“These trailblazing women weren’t just playing the guitar, they were living it, pouring their souls into every note. Their stories are not just about music but about overcoming barriers, setting new standards and inspiring generations of players.”

Foley has been touring steadily since the pandemic lifted. She and her band will make a stop at SPACE in Evanston on April 17, 2024 for a show that will include both electric and acoustic sets. Nikki O’Neill will open.

Click here for: TICKETS 

Photo: Todd V. Wolfson

In 2001, Foley started a music history project called Guitar Woman based on dozens of interviews she conducted with the world's leading female guitarists. Between 2001 and 2008, she wrote articles, organized, and promoted concerts, and worked on a book.

“This project, it’s a big pile of research that started in 2001,” Foley explained in a Zoom call with CBG’s editor Linda Cain.

“And the book will probably be the last piece of it. And ironically, the book is the first thing I started working on, but it’s probably the last thing that’s going to come out. So yeah, I’m still working on the book, but this album is definitely part of it.”

Sue and Linda enjoyed a lively conversation, as follows.

SUE: I’ve done shows and I’ve toured with some of my friends, other female guitarists, and done collaborations. And it’s just cool. There’s a lot to know about all this. And of course, the whole scene with women in guitar has just exploded, too.

LC: Yes, it has. It’s wonderful to see blues women singers and instrumentalists.

SUE: Oh, yeah!

LC: So please tell us Sue about your journey into the past and how you went about finding early recordings and how you created your own versions and transcripts for One Guitar Woman. Like you said, it involved extensive research. And maybe there wasn’t much on the internet going back a couple of decades, right?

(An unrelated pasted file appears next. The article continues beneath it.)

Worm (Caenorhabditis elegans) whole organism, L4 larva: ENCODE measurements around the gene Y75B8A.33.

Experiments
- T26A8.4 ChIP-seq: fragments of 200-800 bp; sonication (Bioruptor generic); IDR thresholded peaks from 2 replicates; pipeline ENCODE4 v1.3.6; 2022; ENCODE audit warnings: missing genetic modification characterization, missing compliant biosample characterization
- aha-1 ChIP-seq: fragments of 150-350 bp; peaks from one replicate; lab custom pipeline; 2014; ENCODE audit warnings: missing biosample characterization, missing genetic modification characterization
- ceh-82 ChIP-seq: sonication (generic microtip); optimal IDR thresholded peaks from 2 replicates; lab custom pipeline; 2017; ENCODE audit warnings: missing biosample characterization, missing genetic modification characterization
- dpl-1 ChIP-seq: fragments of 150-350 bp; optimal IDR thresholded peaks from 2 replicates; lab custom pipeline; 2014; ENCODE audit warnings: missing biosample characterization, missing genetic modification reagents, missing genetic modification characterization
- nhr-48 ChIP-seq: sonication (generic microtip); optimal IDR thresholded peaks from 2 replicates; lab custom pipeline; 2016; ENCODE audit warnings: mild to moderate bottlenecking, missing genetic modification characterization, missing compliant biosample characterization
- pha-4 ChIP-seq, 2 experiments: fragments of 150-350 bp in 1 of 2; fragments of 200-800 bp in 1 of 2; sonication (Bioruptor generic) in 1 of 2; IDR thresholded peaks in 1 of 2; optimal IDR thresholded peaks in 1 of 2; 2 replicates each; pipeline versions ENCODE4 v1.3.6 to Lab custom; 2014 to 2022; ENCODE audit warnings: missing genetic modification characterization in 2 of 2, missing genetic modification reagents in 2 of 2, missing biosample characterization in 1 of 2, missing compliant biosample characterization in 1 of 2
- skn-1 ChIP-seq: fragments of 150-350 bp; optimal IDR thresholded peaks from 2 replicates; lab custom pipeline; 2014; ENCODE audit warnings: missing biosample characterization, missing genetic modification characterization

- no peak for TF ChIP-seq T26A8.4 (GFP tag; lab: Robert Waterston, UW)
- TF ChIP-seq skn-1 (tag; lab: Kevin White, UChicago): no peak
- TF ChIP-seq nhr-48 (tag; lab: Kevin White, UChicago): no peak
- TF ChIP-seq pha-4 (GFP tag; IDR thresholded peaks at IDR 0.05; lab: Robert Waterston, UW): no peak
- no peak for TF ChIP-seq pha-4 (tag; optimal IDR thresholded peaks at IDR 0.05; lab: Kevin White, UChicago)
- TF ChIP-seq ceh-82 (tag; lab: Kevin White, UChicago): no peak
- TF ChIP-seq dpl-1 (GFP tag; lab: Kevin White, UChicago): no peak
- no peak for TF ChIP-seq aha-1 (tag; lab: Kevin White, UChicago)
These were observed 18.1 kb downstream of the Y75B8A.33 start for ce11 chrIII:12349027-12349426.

SUE: Well when I started, there really wasn’t a lot out there. There were no books. There were no websites, really. No concise websites that had one place where you can get all the information. But now there’s a couple of magazines dedicated to women in guitar. Of course, in blues, there’s always been female guitarists, and I attribute that to pioneers like Memphis Minnie and Sister Rosetta Tharpe, who really paved the way for all of us.

But even when I was coming up, there were several other female lead blues guitar players on the scene, and it’s exploded now.

LC: Who do you have in mind as your contemporaries back when you started?

 SUE: Back in when I started, it was when Bonnie Raitt really got big. And then I started seeing women everywhere playing guitars.

So I attribute Bonnie's success to a lot of it. But you know Deborah Coleman was out there, with Debbie Davies and me. And Rory Block has been there even way before us.. Whew. There's more. Ellen McElwain.  And Joanna Connor, of course. We were all kind of contemporaries in a lot of ways.

Photo: Dianne Bruce Dunklau (Blues Cruise 2023)

LC: I was just curious about some other research methods that you might have done. Did you go to the Smithsonian and listen to wax cylinder recordings with the headphones and other things they offer?